Safety Policy & Procedure Manual
Section 300: Laboratory Safety
To protect employees and the University community by providing procedures and instruction on how to effectively contain chemical carcinogens.
Oregon State University will maintain, within reasonable control of the University, an environment that will not adversely affect:
- The health, safety, and well-being of students, staff, visitors, and neighboring human populations; and
- The wild and domestic animals maintained on the campus of the University or in the contiguous area.
All research and teaching activities in facilities controlled by Oregon State University and involving the use of chemical carcinogens, as defined in the Chemical Carcinogen Safety Manual, shall be conducted in compliance with National Institutes of Health (NIH) guidelines, with the provisions of the Chemical Carcinogen Manual, and as approved by the Chemical Safety Committee.
Supervisors are responsible for:
- being familiar with, adhering to, and ensuring compliance with all applicable laws, rules, and policies regarding chemical carcinogens as used in their program;
- using the Chemical Carcinogen Safety Program as a guide in developing a carcinogen safety program;
- obtaining, requiring and providing appropriate training;
- having the Chemical Carcinogen Safety Manual available;
- being aware of the characteristics of the chemicals with which they work;
- registering the use of Class B carcinogens; and
- obtaining authorization from the Chemical Safety Committee for Class C carcinogens.
Employees are responsible for:
- familiarity and compliance with all applicable laws, rules, and policies regarding the chemical carcinogens they use;
- being aware of hazards associated with the chemicals; obtaining the appropriate training; and
- knowing about the additional resources (EH&S, Chemical Safety Committee, etc.).
Environmental Health and Safety (EH&S) Responsibility
EH&S (in concert with the University Chemical Safety Committee) is responsible for:
- the development and maintenance of a chemical carcinogen safety program;
- providing appropriate training;
- maintaining access to an up-to-date Guide for Chemical Carcinogen Classification;
- updating the Chemical Carcinogen Safety Manual as needed;
- providing liaisons with the Chemical Safety Committee;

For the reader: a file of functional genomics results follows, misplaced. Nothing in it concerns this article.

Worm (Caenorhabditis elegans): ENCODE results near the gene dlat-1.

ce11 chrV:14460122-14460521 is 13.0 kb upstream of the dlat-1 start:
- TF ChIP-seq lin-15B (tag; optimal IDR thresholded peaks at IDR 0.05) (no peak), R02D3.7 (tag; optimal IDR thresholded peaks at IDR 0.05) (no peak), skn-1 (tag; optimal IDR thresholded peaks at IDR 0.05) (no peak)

- keeping current with NIH guidelines; and
- providing consultation to faculty, staff, and students.
Control of the Use of Chemical Carcinogens
The purpose of the Chemical Carcinogen Safety Program is to:
- establish procedures and criteria for physical facilities to protect against occupationally acquired cancers and for protection of the general environment; and
- contain all known or suspected chemical carcinogens within prescribed limits in accordance with nationally recognized safe standards of operation.
The program attempts to do this by:
- identifying all users of chemical carcinogens on campus;
- defining acceptable levels of exposure, as those permitted by federal and state regulations or recommended by authoritative sources such as the National Cancer Institute;
- limiting projects and activities involving the use of chemical carcinogens to those authorized by the provisions of this manual.
- developing and approving specific procedures for the use of chemical carcinogens to limit the exposure of, and the degree of hazard to, personnel and the environment; and
- identifying and categorizing chemicals whose carcinogenic potential has recently been determined.
Chemical Carcinogen Manual
All campus personnel working with chemical carcinogens are required to have an understanding of the contents of the Chemical Carcinogen Manual. This manual is intended to provide a system for assuring safety in the use of known or suspected chemical carcinogens. The Chemical Carcinogen Safety Manual is available on-line, maintained by EH&S and should be accessible in campus facilities where chemical carcinogens are stored or used.
Categorization of Chemical Carcinogens
The hazard categorization scheme is intended to reflect the net potential hazard associated with the conditions for use of each carcinogen. Specifically, it considers not only the apparent biological potency of a compound, but the total quantity or concentration in use. Thus, dilution of a Class C carcinogen may reduce its hazard to the Class B category. Scientific evidence pertaining to the carcinogenic properties of chemicals change frequently. See the Guide for Chemical Carcinogen Classification. EH&S will update the list when necessary.
- Class C (Highly Hazardous) Chemical Carcinogens.
- Chemicals regulated by law.
- Chemicals not regulated by law but considered highly hazardous by the Chemical Safety Committee.
- Class B (Hazardous) Chemical Carcinogens.
- Class C chemical carcinogens diluted to defined concentration ranges.
- Chemicals identified in OSHA and other guidelines that do not exceed the hazardous category in any concentration.
- Other chemicals when used in research and teaching activities that could, on the basis of new information, require the restrictions listed for this category.
- Class A (Low Hazard) Chemical Carcinogens
Those chemicals that, when used in research and teaching activities, could, in the opinion of the Chemical Safety Committee, require the restrictions listed for this category.